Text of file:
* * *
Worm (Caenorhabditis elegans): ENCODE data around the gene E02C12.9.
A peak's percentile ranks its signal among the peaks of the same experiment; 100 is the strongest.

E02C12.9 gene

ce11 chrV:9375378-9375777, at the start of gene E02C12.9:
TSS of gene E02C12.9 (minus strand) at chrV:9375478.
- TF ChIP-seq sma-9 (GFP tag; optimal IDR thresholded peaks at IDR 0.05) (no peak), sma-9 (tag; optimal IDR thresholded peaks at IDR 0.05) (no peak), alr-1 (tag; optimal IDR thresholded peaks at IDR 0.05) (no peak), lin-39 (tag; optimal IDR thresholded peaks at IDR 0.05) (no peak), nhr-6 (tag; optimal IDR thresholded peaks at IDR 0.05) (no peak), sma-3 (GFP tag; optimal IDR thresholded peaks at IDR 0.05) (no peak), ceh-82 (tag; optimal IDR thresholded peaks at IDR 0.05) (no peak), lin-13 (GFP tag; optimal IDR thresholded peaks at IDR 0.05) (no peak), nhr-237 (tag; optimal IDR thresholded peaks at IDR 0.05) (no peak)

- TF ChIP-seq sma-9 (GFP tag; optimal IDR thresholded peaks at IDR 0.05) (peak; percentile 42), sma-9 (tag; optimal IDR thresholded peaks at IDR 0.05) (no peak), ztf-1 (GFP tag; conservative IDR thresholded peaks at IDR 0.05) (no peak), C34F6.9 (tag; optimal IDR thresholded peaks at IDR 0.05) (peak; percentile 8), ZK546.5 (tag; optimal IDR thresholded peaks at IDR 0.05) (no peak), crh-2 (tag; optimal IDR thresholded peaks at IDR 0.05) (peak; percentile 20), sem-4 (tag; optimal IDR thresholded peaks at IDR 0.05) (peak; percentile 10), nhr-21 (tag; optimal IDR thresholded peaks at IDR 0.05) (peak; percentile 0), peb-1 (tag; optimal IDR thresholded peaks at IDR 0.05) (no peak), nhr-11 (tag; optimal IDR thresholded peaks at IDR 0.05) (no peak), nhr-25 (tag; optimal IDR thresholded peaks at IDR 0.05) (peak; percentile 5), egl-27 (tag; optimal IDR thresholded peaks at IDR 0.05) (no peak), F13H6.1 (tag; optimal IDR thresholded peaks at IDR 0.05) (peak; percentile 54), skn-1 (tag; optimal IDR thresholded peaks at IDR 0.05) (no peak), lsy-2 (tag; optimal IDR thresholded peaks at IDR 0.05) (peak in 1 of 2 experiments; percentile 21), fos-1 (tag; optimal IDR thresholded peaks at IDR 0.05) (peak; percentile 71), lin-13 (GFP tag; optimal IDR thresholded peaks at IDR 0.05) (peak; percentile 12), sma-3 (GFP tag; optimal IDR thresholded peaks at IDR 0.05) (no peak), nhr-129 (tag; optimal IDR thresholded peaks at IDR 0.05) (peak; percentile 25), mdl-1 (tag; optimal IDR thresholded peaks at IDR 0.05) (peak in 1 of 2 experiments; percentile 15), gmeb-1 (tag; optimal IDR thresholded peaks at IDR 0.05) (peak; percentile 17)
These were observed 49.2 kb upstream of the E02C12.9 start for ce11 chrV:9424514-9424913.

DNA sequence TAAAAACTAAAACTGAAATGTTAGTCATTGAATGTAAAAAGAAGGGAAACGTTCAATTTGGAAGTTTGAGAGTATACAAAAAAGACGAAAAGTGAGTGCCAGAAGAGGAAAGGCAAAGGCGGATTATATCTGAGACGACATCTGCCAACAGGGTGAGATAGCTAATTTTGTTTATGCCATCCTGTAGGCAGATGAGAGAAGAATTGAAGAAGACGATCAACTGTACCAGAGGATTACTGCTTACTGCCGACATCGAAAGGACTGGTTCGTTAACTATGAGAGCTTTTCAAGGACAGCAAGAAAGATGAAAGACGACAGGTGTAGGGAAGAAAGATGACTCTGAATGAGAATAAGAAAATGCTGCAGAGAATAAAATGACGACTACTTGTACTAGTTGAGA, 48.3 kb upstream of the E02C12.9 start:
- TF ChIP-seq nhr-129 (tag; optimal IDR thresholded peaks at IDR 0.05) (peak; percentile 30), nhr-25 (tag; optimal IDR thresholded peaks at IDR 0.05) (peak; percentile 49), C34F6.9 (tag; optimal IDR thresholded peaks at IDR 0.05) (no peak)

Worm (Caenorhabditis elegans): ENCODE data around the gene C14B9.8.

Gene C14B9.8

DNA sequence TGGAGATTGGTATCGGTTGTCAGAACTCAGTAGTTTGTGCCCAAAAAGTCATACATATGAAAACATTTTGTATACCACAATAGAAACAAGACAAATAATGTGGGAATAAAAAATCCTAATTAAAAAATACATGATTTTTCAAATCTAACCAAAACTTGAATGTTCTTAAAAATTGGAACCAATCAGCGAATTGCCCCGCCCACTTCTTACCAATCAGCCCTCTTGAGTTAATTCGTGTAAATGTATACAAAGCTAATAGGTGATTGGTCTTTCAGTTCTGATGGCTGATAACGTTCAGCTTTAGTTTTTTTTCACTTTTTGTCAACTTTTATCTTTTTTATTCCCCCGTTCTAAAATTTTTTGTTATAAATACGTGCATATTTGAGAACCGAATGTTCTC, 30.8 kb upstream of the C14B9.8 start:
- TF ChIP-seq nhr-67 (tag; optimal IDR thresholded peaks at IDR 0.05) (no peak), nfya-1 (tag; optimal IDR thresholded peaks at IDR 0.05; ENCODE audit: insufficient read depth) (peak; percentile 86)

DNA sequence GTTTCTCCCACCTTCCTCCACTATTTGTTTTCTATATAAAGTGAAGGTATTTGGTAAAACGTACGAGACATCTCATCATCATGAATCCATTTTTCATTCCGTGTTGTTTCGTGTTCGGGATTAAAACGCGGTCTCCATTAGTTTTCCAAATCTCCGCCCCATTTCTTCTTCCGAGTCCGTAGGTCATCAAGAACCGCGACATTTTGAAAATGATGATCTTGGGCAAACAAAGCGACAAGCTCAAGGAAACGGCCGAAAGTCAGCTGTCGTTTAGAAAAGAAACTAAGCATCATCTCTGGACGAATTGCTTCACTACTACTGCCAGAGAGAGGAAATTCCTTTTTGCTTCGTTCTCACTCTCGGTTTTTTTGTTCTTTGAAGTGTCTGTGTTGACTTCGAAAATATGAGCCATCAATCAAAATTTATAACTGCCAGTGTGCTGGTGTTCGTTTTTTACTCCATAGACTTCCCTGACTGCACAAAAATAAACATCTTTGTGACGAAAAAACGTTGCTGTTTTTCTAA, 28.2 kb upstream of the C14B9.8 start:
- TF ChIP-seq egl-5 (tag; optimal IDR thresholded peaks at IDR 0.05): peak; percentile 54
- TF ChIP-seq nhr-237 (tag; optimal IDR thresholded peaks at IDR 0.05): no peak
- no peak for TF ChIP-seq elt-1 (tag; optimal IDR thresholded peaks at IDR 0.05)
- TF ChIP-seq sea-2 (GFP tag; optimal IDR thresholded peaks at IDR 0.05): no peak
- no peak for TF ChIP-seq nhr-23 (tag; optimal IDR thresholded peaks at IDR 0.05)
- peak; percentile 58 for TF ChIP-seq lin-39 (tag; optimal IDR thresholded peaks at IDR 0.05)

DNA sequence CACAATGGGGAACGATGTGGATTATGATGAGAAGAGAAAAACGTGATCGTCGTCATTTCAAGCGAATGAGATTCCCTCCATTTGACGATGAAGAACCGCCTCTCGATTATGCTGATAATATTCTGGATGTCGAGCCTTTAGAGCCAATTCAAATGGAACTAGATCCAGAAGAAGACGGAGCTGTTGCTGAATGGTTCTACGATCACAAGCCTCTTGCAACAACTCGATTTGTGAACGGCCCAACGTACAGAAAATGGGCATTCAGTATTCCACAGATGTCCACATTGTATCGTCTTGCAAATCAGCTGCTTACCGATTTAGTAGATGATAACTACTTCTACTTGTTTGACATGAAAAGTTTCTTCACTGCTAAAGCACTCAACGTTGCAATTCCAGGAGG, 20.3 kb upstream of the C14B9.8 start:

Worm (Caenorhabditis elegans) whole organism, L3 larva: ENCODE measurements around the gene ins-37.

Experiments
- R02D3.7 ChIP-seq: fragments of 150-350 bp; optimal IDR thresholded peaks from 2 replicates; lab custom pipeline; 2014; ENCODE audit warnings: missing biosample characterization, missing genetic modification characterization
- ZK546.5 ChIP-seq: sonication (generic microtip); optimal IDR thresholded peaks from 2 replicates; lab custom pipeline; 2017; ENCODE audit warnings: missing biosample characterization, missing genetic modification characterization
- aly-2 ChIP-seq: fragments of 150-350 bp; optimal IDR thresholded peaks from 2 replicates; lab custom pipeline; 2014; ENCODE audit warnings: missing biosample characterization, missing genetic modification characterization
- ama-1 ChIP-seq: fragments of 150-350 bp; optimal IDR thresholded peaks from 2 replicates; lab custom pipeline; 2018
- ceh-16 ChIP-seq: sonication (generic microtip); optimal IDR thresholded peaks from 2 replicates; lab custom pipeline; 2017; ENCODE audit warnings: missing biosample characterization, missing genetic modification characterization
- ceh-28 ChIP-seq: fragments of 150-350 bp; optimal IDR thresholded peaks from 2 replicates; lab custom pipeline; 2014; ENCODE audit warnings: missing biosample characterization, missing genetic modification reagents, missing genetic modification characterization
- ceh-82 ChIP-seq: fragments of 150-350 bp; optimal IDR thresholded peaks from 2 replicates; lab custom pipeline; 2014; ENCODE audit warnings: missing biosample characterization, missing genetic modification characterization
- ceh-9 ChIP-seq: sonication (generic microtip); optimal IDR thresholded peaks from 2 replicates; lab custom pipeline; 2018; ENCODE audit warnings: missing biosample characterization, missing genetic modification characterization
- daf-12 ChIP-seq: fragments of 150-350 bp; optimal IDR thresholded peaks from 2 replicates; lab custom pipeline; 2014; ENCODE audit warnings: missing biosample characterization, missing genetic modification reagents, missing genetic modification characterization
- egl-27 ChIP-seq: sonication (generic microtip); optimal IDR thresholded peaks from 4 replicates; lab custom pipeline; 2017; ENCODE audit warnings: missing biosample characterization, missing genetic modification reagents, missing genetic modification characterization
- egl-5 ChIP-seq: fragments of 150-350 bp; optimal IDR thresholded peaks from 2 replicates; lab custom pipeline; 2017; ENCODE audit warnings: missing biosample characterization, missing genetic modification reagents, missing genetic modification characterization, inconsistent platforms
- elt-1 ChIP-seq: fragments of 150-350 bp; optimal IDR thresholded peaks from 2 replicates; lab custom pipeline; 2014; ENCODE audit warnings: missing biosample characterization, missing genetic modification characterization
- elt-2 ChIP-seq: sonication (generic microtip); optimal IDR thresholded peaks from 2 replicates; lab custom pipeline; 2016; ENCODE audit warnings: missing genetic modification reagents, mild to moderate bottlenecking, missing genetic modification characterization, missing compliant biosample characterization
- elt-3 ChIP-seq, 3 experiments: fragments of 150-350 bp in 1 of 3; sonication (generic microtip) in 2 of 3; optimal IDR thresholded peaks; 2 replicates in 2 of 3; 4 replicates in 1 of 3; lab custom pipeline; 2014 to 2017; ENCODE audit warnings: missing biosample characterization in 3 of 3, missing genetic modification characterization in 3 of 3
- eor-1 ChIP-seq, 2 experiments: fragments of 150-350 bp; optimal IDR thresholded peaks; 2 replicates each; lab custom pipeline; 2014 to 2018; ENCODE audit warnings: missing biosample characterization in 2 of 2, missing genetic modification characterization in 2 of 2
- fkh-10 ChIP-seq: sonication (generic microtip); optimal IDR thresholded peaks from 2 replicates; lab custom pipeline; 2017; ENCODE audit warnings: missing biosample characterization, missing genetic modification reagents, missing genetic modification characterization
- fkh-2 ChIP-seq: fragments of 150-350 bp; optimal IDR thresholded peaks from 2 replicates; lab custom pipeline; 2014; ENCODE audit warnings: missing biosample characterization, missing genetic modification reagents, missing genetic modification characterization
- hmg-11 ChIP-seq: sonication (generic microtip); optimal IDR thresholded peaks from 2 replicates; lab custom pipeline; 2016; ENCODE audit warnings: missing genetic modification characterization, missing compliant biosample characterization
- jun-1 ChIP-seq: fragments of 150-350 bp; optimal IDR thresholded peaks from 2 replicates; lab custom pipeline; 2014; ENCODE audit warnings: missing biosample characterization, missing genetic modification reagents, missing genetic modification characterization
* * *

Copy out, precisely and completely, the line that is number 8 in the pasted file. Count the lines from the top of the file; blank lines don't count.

These were observed 49.2 kb upstream of the E02C12.9 start for ce11 chrV:9424514-9424913.